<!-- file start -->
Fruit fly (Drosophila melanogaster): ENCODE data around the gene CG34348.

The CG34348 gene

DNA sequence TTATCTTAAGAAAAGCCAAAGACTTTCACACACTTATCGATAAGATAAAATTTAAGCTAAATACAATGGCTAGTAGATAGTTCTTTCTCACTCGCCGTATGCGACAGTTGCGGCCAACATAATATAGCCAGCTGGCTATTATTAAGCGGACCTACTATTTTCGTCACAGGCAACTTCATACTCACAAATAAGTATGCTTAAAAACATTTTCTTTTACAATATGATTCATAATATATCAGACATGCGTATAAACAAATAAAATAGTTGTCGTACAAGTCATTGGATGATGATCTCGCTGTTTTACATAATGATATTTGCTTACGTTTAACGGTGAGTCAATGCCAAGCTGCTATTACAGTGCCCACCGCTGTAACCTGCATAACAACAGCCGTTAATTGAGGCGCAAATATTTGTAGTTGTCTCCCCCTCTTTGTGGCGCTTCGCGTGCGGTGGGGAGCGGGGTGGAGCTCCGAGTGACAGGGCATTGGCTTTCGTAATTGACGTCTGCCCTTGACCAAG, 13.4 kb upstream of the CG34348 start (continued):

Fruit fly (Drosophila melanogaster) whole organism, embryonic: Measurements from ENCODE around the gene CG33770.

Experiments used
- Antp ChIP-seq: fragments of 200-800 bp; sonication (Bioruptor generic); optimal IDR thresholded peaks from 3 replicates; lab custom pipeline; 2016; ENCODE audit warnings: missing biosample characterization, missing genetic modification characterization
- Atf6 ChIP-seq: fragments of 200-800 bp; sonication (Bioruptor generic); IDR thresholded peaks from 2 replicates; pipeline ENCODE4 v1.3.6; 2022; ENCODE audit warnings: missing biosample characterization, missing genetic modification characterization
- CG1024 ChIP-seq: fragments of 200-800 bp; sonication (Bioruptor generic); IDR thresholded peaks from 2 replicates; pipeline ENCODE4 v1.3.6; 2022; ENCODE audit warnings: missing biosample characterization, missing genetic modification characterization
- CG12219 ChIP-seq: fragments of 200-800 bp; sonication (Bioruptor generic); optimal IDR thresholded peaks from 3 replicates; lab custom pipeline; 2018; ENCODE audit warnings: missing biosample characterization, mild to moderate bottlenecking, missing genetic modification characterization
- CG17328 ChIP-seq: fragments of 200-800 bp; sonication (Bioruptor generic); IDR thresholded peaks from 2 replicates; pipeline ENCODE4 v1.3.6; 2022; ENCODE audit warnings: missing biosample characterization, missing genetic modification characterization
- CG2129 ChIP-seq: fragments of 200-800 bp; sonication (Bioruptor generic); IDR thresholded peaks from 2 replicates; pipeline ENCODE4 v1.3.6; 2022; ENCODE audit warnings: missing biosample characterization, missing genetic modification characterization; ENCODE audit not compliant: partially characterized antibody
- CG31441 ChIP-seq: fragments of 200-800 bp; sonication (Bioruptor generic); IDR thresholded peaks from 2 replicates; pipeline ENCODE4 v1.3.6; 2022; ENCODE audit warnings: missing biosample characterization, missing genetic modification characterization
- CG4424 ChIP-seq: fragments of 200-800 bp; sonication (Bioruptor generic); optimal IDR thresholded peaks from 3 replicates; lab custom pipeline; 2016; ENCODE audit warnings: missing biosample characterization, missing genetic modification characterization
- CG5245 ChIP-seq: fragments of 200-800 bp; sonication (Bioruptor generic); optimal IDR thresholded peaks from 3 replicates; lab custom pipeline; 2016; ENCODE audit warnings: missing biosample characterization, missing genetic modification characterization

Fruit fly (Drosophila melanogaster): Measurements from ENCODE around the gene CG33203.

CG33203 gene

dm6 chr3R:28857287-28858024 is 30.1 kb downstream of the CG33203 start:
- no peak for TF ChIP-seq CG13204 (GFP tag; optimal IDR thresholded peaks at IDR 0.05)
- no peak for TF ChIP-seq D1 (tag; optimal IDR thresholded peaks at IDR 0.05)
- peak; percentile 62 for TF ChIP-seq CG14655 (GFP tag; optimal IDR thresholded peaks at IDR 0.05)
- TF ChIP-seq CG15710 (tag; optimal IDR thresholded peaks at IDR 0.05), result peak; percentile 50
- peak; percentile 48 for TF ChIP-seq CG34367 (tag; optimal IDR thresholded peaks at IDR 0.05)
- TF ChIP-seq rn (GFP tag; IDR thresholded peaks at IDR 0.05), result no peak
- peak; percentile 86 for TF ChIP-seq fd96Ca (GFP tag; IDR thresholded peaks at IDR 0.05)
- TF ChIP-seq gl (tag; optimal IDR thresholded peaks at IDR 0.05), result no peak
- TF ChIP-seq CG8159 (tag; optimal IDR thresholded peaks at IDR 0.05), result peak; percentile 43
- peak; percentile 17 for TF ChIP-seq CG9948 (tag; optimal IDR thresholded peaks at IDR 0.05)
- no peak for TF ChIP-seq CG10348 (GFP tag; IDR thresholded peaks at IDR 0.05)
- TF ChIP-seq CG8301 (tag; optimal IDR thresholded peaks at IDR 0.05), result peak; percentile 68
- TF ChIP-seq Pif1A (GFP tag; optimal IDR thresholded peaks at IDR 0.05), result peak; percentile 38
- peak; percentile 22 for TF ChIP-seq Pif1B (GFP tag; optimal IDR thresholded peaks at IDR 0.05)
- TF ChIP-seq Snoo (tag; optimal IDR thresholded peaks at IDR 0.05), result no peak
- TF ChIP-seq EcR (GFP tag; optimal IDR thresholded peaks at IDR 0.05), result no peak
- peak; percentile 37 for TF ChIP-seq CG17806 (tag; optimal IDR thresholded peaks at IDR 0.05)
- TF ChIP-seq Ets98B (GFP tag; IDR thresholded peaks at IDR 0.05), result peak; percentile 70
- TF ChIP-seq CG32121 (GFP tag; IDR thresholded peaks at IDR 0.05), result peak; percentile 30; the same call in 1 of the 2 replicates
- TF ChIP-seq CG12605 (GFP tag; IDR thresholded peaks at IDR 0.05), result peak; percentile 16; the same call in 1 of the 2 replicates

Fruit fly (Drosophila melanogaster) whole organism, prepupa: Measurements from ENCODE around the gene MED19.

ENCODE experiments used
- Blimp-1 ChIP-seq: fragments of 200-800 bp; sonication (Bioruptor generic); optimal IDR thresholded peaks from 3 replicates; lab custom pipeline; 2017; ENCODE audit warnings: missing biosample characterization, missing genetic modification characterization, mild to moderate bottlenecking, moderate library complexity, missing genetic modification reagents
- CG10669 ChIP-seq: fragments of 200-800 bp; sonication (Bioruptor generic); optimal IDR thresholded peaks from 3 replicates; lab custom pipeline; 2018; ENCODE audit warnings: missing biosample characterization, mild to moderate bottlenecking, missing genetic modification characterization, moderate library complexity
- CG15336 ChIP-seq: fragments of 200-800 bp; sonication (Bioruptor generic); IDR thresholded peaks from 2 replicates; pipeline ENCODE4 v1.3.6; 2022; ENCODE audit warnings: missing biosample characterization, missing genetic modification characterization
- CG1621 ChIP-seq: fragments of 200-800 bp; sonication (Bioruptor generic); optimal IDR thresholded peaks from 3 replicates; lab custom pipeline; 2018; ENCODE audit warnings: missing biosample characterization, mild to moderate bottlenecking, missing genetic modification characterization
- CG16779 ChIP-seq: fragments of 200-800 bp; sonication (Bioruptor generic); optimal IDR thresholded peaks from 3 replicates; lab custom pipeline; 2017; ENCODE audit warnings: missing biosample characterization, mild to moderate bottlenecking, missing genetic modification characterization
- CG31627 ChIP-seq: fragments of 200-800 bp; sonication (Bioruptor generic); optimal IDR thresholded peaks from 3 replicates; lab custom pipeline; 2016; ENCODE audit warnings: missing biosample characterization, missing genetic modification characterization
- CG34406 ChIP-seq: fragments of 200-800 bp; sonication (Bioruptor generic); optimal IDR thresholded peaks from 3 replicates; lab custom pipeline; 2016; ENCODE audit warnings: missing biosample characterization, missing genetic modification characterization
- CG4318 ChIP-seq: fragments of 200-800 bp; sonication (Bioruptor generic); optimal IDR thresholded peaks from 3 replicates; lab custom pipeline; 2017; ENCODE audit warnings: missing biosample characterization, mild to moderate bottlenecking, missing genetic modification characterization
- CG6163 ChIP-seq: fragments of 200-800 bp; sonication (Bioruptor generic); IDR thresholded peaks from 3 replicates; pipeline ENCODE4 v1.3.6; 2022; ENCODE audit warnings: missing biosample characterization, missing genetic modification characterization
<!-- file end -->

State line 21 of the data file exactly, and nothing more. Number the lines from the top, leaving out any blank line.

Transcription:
- TF ChIP-seq CG15710 (tag; optimal IDR thresholded peaks at IDR 0.05), result peak; percentile 50